How we're All in the Crossfires
On June 23rd, citizens of the United Kingdom will be asked whether or not the country should leave the European Union.
Little History: The UK joined the EU in the mid 1970’s after a series of negotiations. Even though Britain is a member state – the country has never been a “complete” member. They never accepted the Euro and opted to keep their own currency, the Sterling Pound.
Both Sides at a Glance:
David Cameron is leading the fight arguing that the UK will be better off economically as a member. The European Union is the UK’s largest trading partner and the reason for this is the EU’s open border system allowing an almost free-flow of goods and services between its member countries. Should Britain withdraw it would lose this privilege leading to an increased cost of business which would translate into higher prices and a slower economic growth.
Leading the charge here are many MP’s including Boris Johnson – London’s former mayor. As an EU member, the “leave” side has argued the movement of migrants from other EU countries into Britain has over saturated the market leading to a downward spiral effect in employment and housing sectors. In addition, should Britain leave the EU it would not have to pay billions into the system saving them money that could be used for Britain’s other economic priorities.
Reactions from Across the World:
Financial markets have literally been on a roller coaster ride for the past few weeks. There is a lot of uncertainty in the air and prominent institutions like the Bank of England have put out statements ushering “immediate risks facing the markets and a spill over effect to the global economy should the leave side win” (BBC). I even read an interesting article last week that some investors are moving money from risky holdings to safe haven investments such as bonds and gold. It has long been thought – that gold is the safest investment in times of uncertainty. In the last month alone, gold has risen almost 4%. Now this is probably not the only reason as the fluctuating oil prices and job reports from around the globe have also influenced this rise.
What do as an Investor:
Many companies in north American portfolios do hold assets or conduct business in the UK. Should the leave side prevail, there is a possibility their stock will be hit. It would take a while for Britain to re-negotiate an agreement with the EU- its biggest trading partner.
Overall though the majority of the companies boast an international profile doing business all around the world so they may not take a big hit. However, companies that solely conduct business in the UK and depend upon the EU to succeed may face larger obstacles. It may be a good time as an investor to opt for greater diversification in your portfolio to limit any losses if the leave side wins.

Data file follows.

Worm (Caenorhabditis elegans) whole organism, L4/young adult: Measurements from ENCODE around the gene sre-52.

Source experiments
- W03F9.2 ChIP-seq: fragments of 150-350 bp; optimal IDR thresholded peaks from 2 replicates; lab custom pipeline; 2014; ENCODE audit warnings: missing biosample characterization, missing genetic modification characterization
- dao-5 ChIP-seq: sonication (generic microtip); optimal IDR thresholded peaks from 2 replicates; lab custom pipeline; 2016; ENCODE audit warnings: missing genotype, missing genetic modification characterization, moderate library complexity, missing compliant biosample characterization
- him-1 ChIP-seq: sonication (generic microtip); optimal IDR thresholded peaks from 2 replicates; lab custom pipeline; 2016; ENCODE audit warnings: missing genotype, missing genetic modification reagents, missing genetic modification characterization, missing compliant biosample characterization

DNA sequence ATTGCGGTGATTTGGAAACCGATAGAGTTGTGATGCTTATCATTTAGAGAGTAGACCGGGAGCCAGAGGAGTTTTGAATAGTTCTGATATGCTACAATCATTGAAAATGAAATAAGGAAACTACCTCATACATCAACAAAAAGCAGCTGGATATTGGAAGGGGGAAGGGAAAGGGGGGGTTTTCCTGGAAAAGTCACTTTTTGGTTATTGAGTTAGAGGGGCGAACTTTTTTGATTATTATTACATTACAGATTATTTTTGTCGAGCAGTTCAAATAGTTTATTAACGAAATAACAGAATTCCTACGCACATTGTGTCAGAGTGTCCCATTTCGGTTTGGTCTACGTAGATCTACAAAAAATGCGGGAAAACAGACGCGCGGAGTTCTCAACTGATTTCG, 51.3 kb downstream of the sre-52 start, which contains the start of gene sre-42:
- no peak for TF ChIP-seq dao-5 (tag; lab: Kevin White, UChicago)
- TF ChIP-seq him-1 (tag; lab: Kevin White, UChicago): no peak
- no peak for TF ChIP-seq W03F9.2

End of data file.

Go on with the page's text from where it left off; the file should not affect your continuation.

Who knows, if the global markets do get hit – it may be a good opportunity to pick up some reputable stocks or investment products at a cheaper cost.
However, I find the largest effect and possible opportunity to be with their currency the British Pound. Experts are warning that should the leave side prevail – its currency will most likely take a hit. Some experts are even stretching it as far as saying it will be at par with the Euro for the 1st time in history (Spence and Wallace).
If you are someone that holds pounds, it may be a good time to exchange them into Canadian or US dollars at a high rate of 1.86 for CAD and 1.45 USD and exchange it back to pounds after the referendum. I’m sure many of you have heard of George Soros who made over 1billion US in the late 1900’s after he bet against the pound. In turn, it may be a good opportunity to buy British Pounds after the referendum.
Please be warned however, that forex (foreign exchange) markets are highly volatile and fluctuate considerably especially during global events such as Brexit.
All eyes will be on Britain this week.
Disclaimer: Please be aware that all of the information is my own personal opinion. The information above is a broad explanation of the situation. Please refer to the sourced articles or proper databases for further information. Please be aware markets and forex markets will have considerable movement and exchange of shares in the days leading up to an event that may not paint the entire story.
Spence, P., & Wallace, T. (2016, June 18). City bets on pound to suffer bigger plunge than ‘Black Wednesday’ after Brexit vote. Retrieved June 19, 2016
Waldie, P. (2016, June 19). Could Britain really leave the EU? Your guide to understanding the Brexit. Retrieved June 19, 2016,
Brexit poses global financial risk, Bank of England warns. (2016, June 16). Retrieved June 19, 2016,